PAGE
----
Anti-inflammatory diet could reduce the bone loss in women

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Anti-inflammatory diet could reduce the bone loss in women

According to the latest study, vegetables, fruits, fish and whole grains are high in anti-inflammatory compounds and could boost the bone health and prevent fractures in women. Previous studies have shown a connection between high levels of inflammatory markers in the blood, bone loss and fractures in older women and men, which lead the further researches to find if dietary choices contribute to inflammation and bone density.

Recently, Tonya Orchard and colleagues conducted an observational study that was published in the Journal of Bone and Mineral Research. It evaluated the data from landmark Women’s Health Initiative which was used to compare the levels of inflammatory elements in the diet to bone mineral density and fractures. A new link between food and bone health was found.

The dietary data of 160,191 post-menopausal women were analysed, and inflammation scores were reported based on 32 foods consumed by these women within three months before they were enrolled. Bone-mineral-density (BMD) data were collected from a subset of 10,290 women. Fracture data was obtained for the entire study group and a correlation was found only between high-inflammatory diets and fracture in younger white women. Caucasian women < 63 years with higher scores were at around 50 percent higher risk of hip fracture, compared with the risk for women in the group with the lowest inflammatory scores.

This suggested that a high-quality, less-inflammatory diet may be especially important in reducing hip fracture risk in younger women. Women on less inflammatory diets (based on a scoring system called the Dietary Inflammatory Index) had less bone density loss during the six-year follow-up period as compared to those with a most-inflammatory diet with lower bone density overall.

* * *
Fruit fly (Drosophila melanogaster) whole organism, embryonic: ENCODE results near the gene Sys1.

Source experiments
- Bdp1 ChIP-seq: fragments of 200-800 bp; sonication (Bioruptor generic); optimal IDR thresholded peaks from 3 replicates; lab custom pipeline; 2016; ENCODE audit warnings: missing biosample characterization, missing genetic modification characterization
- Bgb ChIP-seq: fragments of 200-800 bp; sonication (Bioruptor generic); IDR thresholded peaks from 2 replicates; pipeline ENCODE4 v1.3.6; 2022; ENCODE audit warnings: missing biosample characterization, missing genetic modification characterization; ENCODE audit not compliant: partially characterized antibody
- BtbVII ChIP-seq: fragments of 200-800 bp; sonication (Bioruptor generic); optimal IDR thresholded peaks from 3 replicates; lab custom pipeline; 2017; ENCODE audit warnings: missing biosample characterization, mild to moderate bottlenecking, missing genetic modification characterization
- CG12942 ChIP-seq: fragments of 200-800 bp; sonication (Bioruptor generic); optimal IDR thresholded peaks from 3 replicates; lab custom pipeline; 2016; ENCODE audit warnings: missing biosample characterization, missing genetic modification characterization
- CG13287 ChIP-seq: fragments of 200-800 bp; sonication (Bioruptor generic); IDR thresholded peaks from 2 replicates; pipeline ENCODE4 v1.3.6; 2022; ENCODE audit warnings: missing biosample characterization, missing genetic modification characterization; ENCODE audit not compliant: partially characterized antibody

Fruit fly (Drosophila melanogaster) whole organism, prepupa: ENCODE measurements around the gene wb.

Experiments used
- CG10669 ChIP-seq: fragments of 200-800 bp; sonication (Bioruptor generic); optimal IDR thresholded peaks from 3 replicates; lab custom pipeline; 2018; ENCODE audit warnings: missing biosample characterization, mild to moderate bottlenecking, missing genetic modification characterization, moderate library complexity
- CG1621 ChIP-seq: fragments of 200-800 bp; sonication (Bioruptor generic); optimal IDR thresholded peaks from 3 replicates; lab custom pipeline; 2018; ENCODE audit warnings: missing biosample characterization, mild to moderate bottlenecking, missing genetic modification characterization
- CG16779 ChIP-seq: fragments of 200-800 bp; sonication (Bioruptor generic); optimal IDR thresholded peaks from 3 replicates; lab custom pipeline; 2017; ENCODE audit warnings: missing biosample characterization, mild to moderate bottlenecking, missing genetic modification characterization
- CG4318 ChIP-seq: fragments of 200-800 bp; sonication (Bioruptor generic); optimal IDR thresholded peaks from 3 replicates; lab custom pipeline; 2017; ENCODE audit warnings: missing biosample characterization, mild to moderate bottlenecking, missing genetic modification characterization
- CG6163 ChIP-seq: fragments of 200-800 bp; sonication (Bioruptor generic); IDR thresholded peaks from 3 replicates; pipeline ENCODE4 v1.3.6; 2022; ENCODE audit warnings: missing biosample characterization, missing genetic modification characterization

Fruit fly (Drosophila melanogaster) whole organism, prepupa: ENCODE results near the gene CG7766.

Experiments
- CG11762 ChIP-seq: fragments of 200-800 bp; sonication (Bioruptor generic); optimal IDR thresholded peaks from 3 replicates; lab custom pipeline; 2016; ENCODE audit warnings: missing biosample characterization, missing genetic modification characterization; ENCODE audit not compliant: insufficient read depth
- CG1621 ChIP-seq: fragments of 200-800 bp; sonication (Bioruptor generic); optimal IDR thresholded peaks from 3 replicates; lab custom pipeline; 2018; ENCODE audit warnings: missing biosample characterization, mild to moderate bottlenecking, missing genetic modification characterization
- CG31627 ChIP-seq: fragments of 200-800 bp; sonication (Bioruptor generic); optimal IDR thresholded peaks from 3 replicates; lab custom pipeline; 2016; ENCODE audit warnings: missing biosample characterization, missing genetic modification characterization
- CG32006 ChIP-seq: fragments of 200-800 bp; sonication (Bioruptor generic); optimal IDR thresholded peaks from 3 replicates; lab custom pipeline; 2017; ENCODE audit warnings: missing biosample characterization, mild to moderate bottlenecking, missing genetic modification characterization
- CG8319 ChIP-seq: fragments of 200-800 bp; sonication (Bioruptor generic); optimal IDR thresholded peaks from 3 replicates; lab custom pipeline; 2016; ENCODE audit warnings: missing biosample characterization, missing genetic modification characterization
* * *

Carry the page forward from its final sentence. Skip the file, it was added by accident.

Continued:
The findings estimated that women’s bone health could benefit if they have diet higher in beneficial fats, plants and whole grains. This suggests that with proceeding age of women, healthy diet does have an impact on the bone which is another reason for supporting the recommendations for a healthy diet in the Dietary Guidelines for Americans.

The women with lower inflammation scores were more physically active as a group and therefore were at a slightly greater risk of falls. Women with the least-inflammatory diets had a lower BMD overall at the start of the study but lost less bone than their high-inflammation peers. The lower bone density to start could be because women with healthier diets are more likely to be a smaller build, Orchard said. Larger people have a higher bone density to support their larger frames. "These women with healthier diets didn't lose bone as quickly as those with high-inflammation diets, and this is important because after menopause women see a drastic loss in bone density that contributes to fractures," Orchard said.
Overall, the study estimated that more-inflammatory diet was not linked to fracture and the researchers found a modestly lower risk of lower-arm and total fracture in women with the highest dietary inflammation scores.


Ohio State University

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Original title of article:

Anti-inflammatory diet could reduce risk of bone loss in women


Rebecca Jackson, Orchard

Exploratory, Anti-inflammatory diet, Bone loss, Bone-mineral-density (BMD)
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